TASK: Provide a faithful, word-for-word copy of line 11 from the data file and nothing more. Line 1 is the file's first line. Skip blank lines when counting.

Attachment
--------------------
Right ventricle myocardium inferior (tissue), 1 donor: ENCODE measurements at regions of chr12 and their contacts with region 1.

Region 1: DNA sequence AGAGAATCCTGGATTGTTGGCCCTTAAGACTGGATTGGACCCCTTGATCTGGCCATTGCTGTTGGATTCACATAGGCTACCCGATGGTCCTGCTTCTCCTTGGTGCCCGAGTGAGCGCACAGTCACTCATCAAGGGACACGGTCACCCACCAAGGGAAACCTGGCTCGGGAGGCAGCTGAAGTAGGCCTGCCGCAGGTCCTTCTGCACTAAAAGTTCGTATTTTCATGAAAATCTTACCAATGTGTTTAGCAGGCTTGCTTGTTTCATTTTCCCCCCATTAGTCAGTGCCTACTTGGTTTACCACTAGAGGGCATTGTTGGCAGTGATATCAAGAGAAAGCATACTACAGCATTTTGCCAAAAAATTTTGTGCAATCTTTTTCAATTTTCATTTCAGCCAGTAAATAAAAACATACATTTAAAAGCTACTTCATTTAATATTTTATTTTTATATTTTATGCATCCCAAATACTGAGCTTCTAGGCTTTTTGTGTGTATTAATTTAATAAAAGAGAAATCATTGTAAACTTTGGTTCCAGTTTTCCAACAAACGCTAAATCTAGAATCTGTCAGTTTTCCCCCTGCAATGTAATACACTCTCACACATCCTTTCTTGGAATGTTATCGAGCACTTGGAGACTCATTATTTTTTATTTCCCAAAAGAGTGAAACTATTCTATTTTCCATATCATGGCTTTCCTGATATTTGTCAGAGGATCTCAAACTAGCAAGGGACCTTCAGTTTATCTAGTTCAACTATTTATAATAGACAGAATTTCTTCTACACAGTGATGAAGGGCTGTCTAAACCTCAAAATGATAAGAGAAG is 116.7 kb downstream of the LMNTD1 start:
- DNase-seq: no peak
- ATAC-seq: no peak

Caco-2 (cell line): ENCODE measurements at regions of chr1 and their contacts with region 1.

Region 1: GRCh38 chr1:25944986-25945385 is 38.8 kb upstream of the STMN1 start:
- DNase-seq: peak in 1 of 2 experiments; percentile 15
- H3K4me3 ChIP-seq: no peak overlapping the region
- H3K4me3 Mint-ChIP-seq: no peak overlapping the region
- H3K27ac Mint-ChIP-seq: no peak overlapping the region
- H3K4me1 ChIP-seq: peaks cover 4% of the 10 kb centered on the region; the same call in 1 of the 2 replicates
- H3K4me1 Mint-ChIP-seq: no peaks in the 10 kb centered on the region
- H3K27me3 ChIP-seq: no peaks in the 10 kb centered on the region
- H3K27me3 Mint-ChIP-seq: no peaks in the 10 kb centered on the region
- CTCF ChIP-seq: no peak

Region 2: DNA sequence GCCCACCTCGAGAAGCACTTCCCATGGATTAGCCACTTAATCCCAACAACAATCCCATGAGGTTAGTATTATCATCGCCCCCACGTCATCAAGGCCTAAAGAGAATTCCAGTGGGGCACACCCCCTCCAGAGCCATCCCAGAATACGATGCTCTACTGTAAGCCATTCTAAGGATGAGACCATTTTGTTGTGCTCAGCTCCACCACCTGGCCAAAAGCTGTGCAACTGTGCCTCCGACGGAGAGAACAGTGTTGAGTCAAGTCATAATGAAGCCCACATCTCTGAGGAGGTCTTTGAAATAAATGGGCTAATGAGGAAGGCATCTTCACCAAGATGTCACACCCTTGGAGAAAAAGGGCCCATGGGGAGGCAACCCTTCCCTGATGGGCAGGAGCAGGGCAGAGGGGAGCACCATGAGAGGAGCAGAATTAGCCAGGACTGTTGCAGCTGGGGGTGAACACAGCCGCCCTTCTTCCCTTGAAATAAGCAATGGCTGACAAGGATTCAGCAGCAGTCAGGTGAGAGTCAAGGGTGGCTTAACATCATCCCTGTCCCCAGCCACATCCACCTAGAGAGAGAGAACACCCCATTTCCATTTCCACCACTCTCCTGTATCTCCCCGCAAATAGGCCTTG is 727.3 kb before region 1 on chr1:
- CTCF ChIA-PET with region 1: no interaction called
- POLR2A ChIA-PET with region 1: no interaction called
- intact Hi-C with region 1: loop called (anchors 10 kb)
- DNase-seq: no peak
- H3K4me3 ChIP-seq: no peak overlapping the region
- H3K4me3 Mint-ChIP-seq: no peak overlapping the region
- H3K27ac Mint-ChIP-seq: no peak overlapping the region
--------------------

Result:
- H3K4me1 ChIP-seq: peaks cover 4% of the 10 kb centered on the region; the same call in 1 of the 2 replicates